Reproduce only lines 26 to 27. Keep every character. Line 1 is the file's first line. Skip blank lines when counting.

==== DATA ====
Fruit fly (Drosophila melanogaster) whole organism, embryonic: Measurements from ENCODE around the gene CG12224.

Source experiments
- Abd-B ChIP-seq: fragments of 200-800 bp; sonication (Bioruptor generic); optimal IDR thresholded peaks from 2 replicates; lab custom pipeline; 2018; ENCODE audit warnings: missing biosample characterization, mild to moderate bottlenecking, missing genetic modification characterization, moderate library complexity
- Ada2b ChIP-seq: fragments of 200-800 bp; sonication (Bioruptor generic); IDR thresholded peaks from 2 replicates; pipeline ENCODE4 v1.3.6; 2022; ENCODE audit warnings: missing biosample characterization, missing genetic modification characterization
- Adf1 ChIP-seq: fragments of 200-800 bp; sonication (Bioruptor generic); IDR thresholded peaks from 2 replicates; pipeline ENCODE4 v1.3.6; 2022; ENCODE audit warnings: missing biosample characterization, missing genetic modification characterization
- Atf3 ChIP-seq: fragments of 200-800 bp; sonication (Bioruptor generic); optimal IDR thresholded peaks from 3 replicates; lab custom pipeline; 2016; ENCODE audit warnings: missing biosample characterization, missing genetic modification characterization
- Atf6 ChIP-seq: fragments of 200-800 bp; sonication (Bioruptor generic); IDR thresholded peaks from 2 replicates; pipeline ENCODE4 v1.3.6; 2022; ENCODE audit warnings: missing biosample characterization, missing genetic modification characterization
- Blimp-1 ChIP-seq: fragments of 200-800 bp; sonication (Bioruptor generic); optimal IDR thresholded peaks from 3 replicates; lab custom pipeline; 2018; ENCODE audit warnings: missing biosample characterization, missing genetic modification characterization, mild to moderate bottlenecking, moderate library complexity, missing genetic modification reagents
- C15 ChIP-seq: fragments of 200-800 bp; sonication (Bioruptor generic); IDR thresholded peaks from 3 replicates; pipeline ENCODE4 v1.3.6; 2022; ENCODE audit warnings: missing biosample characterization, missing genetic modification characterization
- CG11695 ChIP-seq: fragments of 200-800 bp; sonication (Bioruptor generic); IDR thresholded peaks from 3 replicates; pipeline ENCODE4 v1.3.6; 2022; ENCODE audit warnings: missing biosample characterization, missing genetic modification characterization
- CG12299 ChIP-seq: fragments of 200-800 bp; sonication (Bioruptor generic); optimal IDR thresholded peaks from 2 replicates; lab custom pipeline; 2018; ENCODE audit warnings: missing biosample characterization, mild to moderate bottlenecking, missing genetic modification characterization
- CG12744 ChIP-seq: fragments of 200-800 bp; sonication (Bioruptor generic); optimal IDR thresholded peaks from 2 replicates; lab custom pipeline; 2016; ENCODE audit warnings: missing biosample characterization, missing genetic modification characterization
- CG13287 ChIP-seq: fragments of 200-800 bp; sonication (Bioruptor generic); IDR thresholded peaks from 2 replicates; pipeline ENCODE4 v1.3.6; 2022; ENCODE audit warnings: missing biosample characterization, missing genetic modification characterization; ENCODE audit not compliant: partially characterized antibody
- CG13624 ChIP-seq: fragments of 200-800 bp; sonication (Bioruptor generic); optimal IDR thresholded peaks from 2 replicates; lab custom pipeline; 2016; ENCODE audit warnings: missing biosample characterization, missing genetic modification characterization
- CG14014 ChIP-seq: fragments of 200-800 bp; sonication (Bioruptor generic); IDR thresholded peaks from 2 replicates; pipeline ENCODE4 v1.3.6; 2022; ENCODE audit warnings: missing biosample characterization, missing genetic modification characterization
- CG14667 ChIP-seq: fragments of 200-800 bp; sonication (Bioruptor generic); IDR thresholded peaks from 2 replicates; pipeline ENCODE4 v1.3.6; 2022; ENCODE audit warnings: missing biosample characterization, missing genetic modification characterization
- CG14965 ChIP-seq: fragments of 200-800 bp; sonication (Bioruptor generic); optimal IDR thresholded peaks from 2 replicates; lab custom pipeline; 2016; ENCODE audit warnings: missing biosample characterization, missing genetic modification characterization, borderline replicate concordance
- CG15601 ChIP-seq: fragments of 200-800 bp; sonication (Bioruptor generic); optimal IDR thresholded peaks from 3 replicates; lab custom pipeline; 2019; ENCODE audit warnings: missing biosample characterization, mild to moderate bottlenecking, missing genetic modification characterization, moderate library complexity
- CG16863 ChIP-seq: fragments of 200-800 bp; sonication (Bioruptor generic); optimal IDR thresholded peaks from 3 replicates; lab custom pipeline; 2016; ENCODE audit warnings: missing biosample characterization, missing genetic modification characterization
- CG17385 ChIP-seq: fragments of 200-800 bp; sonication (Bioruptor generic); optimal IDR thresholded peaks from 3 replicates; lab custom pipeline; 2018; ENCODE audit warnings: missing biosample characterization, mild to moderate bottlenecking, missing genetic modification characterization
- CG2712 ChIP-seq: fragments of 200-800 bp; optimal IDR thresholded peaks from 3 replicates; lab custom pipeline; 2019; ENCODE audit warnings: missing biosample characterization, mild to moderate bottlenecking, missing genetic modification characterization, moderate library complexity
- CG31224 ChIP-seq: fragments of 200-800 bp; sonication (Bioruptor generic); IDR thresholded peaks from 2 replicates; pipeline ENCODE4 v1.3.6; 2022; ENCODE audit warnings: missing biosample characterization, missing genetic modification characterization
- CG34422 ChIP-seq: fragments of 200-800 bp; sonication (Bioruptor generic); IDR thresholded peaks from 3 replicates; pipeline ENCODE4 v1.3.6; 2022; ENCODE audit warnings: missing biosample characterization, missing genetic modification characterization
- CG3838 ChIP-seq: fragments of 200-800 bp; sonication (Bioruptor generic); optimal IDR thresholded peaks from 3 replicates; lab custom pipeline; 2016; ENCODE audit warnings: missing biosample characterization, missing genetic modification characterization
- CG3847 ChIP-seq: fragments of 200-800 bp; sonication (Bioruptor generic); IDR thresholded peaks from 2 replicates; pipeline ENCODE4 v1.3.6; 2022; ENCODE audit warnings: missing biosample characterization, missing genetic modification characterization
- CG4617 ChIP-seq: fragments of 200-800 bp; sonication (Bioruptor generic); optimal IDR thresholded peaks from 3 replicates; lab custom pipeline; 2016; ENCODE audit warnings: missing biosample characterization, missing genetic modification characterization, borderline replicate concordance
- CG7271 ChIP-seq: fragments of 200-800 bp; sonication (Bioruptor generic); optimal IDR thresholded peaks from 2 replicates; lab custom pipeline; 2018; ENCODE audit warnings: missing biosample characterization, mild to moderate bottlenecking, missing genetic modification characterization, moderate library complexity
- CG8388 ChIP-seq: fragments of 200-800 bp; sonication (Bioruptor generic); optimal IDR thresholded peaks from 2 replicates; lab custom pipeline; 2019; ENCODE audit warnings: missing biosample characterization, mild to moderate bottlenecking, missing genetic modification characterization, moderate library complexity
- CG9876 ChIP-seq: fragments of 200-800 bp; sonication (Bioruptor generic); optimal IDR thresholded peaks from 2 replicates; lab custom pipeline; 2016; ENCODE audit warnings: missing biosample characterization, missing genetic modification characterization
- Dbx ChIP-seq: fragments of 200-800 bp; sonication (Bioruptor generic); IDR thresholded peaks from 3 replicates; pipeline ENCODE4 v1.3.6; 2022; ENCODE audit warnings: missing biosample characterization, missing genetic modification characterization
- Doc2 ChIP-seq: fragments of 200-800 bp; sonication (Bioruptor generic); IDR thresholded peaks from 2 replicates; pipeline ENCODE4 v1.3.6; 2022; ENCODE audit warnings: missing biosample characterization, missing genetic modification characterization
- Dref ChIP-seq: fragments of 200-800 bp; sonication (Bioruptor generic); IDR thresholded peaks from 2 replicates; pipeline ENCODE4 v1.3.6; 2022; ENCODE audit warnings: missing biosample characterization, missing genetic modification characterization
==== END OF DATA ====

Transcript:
- CG4617 ChIP-seq: fragments of 200-800 bp; sonication (Bioruptor generic); optimal IDR thresholded peaks from 3 replicates; lab custom pipeline; 2016; ENCODE audit warnings: missing biosample characterization, missing genetic modification characterization, borderline replicate concordance
- CG7271 ChIP-seq: fragments of 200-800 bp; sonication (Bioruptor generic); optimal IDR thresholded peaks from 2 replicates; lab custom pipeline; 2018; ENCODE audit warnings: missing biosample characterization, mild to moderate bottlenecking, missing genetic modification characterization, moderate library complexity